Meckofahess
Salt Lake City, UT

@djacob10
Salt Lake, UT

You said: "One of the comments saying "The state has gone from a nice place with many open areas to a busy, ugly, urban setting" is a joke".

It is NOT a joke. I have lived in this Salt Lake valley for 62 years. This valley and much of the state is undergoing urbanization at an unprecedented rate. Where once lovely fields, orchards, farms and open spaces existed now are covered by townhomes, condos and castles.

Indeed, this valley and much of Utah has lost it's open spaces and beauty that it once had. Moreover, much of the land that is still open is no longer accessible to campers, hunters, hikers and others. Large ranchers and other land owners no longer want to share their open space with others. Most of their land is now "NO Trespassing"(perhaps justified in some cases)?

While Salt Lake and some parts of Utah are still less populated than other places, we have lost much that once was what made Utah such a wonderful place to live. For this old timer, it is no longer such a place and it is a sad day for me to witness the change.

ThornBirds
St.George, Utah

Different topic than this.
Others ranchers on Federal land pay their way.
Clive Bundy has wanted it for free the last twenty years.
Pretty funny watching Bundy wave the US Flag.
As John Stewart pointed out, Bundy should at least done what the Confederrate South did, and design his own flag.

Meckofahess
Salt Lake City, UT

@Schnee
Salt Lake City, UT

You say "Not surprised, not when the state is still begetting like the bunnies like to do".

Friend, you really can't seem to find anything you like about this area can you? You don't like our morals, you don't like the prominent religion, you don't like the politics here. With your constant griping about Utah and the Mormons and the society here one would wonder what keeps you here? Pray tell, what do you like about it here?

Wonder
Provo, UT

@Meckofahess -- Why do you think this is YOUR area and not Schnee's. I guess Schnee has as much right to live here and comment on how he/she would like it to be as you or I or anyone else. It much feel quite cozy to be in the majority and have everything exactly the way you want it, but sometimes it's good to listen to other opinions and viewpoints. It might be nice if people quit telling or implying that other people should move away if they are not clones of everyone else in every respect.

Old Poet
Salt Lake City, UT

One of the best communities in the United States for managing urban sprawl in an intelligent manner is found in Utah.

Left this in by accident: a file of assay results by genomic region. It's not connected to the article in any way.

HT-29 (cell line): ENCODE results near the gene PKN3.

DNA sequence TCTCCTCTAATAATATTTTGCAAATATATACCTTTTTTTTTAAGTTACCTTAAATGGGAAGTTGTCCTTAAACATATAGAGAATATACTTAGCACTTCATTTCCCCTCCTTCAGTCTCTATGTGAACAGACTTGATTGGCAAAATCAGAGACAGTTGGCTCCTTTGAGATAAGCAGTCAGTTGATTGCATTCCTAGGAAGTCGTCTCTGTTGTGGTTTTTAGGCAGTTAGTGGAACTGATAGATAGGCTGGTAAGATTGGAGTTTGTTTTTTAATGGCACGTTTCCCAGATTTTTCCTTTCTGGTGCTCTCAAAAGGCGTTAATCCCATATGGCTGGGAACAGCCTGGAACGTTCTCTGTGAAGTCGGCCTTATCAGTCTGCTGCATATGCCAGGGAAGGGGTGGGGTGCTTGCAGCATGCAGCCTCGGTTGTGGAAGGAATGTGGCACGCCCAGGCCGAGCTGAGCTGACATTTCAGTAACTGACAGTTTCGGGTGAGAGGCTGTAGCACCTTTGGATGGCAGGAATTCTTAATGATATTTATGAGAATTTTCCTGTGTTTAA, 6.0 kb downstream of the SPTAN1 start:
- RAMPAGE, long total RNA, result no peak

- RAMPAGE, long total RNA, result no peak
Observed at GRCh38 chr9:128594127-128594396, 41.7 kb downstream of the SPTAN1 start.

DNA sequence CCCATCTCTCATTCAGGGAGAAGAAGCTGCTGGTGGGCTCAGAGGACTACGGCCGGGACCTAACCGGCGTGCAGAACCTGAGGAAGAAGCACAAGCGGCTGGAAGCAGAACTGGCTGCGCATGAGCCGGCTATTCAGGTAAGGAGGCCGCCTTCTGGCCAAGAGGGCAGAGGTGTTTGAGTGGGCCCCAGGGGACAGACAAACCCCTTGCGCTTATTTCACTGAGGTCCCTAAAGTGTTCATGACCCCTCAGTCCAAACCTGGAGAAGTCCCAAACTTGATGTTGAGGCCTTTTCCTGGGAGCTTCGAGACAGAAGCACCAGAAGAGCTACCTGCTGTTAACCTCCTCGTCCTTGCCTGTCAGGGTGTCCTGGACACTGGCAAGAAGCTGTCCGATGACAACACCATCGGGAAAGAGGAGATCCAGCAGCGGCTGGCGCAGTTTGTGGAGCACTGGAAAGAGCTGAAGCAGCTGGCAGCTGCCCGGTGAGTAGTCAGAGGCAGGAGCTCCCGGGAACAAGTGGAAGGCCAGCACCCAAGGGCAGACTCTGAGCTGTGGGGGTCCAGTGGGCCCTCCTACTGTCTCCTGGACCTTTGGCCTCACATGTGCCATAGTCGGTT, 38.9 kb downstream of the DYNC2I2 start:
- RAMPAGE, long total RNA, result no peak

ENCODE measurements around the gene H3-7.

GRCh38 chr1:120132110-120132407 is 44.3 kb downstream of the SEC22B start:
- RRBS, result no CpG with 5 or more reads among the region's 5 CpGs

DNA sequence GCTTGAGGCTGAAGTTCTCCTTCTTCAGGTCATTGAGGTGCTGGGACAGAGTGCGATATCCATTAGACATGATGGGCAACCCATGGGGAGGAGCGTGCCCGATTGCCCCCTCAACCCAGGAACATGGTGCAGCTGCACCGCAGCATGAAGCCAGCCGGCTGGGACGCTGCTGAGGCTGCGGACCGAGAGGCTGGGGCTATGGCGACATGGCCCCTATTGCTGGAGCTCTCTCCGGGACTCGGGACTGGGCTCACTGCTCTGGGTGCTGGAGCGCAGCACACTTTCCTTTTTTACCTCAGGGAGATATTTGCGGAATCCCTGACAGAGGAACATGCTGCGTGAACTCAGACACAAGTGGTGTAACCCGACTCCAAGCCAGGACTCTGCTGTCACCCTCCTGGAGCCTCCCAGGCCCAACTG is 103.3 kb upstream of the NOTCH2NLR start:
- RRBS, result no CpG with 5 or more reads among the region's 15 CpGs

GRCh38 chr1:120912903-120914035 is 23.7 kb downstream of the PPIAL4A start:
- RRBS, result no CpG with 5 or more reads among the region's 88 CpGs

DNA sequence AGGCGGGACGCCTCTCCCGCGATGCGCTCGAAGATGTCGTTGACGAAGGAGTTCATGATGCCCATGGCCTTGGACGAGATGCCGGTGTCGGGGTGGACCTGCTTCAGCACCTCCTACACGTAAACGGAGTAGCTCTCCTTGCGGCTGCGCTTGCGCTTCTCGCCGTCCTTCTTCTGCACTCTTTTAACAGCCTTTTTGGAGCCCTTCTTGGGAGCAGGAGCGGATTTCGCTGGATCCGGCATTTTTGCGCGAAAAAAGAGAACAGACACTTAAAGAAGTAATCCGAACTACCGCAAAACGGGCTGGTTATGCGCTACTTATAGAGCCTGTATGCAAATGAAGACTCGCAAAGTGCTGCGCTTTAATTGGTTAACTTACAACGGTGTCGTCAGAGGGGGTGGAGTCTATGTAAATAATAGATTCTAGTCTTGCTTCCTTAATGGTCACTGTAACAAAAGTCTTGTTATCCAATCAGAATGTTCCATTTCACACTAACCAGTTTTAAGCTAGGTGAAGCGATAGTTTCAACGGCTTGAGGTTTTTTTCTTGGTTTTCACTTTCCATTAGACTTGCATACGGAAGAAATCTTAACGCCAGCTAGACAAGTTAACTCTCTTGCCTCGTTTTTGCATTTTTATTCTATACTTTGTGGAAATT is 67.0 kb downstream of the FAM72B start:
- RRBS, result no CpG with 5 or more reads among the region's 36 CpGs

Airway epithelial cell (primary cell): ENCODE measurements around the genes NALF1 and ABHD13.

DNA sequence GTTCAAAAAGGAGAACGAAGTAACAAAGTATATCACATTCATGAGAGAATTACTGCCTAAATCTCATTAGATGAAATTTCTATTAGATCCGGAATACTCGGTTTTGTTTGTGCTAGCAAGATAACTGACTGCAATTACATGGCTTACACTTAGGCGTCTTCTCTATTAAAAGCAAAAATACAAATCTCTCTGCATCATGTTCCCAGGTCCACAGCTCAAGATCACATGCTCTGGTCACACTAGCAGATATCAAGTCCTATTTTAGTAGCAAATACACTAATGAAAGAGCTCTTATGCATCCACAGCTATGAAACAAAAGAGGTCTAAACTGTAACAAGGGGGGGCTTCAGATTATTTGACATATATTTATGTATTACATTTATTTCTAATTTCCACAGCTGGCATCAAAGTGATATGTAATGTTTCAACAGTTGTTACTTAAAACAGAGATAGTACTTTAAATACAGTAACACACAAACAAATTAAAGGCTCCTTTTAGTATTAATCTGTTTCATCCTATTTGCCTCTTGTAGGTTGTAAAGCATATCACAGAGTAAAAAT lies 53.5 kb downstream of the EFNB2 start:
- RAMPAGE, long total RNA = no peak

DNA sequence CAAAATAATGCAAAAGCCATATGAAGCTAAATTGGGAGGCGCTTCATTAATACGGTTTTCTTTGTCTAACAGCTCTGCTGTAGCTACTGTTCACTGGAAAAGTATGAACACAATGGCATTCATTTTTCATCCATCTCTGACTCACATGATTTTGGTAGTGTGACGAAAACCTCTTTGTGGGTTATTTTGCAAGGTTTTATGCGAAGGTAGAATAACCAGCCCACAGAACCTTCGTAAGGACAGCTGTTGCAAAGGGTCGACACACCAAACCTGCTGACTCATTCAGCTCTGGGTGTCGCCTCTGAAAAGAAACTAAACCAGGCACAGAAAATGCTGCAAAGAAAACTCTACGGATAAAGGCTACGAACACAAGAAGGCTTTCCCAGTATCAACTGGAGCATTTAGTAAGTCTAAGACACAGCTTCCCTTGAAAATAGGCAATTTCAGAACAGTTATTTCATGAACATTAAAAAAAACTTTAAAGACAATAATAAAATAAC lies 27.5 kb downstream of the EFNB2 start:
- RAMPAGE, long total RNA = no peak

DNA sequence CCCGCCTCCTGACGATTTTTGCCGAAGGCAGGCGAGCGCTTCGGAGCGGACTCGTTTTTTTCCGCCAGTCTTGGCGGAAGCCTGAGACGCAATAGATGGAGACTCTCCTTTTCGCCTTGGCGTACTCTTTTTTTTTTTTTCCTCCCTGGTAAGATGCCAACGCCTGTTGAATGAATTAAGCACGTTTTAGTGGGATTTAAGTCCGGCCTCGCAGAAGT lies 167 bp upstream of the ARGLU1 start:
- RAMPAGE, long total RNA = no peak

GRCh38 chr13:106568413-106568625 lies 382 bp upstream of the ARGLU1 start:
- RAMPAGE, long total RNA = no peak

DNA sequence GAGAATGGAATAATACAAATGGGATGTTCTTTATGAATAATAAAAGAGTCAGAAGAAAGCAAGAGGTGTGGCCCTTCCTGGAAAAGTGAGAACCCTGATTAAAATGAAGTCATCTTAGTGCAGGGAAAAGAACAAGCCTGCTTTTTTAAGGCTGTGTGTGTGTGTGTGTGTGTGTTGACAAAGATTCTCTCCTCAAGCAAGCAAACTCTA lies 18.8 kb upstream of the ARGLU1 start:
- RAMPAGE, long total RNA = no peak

The work of Stephen James at Daybreak, Salt Lake Valley, has helped lead the way of creating a walkable community, with a balance and variety of dwellings, for a variety of demographic populations. Urban gardens, walkable paths to neighbors, a lake, to a Latter-day Saint Christian temple, to schools, and markets, and all with driveways and garages designed so they do not poke an observer in the eye. Steve James graduated from the University of Utah School of Architecture, received his graduate degree at the prestigious architecture University of Minnesota, where he won the coveted Ralph Rapson Traveling Fellowship Competition. Two of his published books are seminal works on urban development in Europe: Made Spaces: Enduring Places (2010) and Made Spaces: Interpreting Places (2013). Thank you, Kennecott Land/Rio Tinto for employing James' skills and others of his associates. May the rest of Salt Lake Valley and Utah urban places study and follow this singular example for urban development.

BJMoose
Syracuse, UT

I absolutely cannot fathom living in the environment depicted in the pictures accompanying this article. Talk about ugliness personified!

Meckofahess
Salt Lake City, UT

@Wonder,

I was curious why "Schnee" and people like you rarely mention anything good about the local mores,traditions and culture here. It is hard not to notice the frequent criticisms and innuendos like "the state is still begetting like the bunnies like to do" voiced in this forum about much here such as the local politics, religious influences and traiditonal family structures. I did not imply that this is "MY" area as you attmpt to imply. I have spent a great deal of time trying to understand other's point of view, particularly that of those in the gay community. Are you interested in the point of view of those that differ from yours?